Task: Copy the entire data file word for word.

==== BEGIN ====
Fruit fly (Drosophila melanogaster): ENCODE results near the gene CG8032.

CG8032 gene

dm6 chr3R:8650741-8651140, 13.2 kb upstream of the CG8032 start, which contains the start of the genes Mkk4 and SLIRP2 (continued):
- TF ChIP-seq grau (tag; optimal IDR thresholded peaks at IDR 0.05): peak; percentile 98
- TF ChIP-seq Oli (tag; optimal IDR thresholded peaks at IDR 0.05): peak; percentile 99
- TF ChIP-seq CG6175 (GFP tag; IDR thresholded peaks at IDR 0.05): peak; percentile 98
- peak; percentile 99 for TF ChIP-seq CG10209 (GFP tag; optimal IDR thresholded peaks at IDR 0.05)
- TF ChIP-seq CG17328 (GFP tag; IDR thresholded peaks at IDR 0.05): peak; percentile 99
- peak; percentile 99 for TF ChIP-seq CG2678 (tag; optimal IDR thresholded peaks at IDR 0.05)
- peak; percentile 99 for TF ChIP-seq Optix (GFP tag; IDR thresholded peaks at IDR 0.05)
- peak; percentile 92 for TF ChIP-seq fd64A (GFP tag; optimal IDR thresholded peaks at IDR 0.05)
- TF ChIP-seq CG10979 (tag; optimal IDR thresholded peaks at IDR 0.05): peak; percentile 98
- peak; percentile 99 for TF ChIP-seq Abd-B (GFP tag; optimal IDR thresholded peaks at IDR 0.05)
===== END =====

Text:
Fruit fly (Drosophila melanogaster): ENCODE results near the gene CG8032.

CG8032 gene

dm6 chr3R:8650741-8651140, 13.2 kb upstream of the CG8032 start, which contains the start of the genes Mkk4 and SLIRP2 (continued):
- TF ChIP-seq grau (tag; optimal IDR thresholded peaks at IDR 0.05): peak; percentile 98
- TF ChIP-seq Oli (tag; optimal IDR thresholded peaks at IDR 0.05): peak; percentile 99
- TF ChIP-seq CG6175 (GFP tag; IDR thresholded peaks at IDR 0.05): peak; percentile 98
- peak; percentile 99 for TF ChIP-seq CG10209 (GFP tag; optimal IDR thresholded peaks at IDR 0.05)
- TF ChIP-seq CG17328 (GFP tag; IDR thresholded peaks at IDR 0.05): peak; percentile 99
- peak; percentile 99 for TF ChIP-seq CG2678 (tag; optimal IDR thresholded peaks at IDR 0.05)
- peak; percentile 99 for TF ChIP-seq Optix (GFP tag; IDR thresholded peaks at IDR 0.05)
- peak; percentile 92 for TF ChIP-seq fd64A (GFP tag; optimal IDR thresholded peaks at IDR 0.05)
- TF ChIP-seq CG10979 (tag; optimal IDR thresholded peaks at IDR 0.05): peak; percentile 98
- peak; percentile 99 for TF ChIP-seq Abd-B (GFP tag; optimal IDR thresholded peaks at IDR 0.05)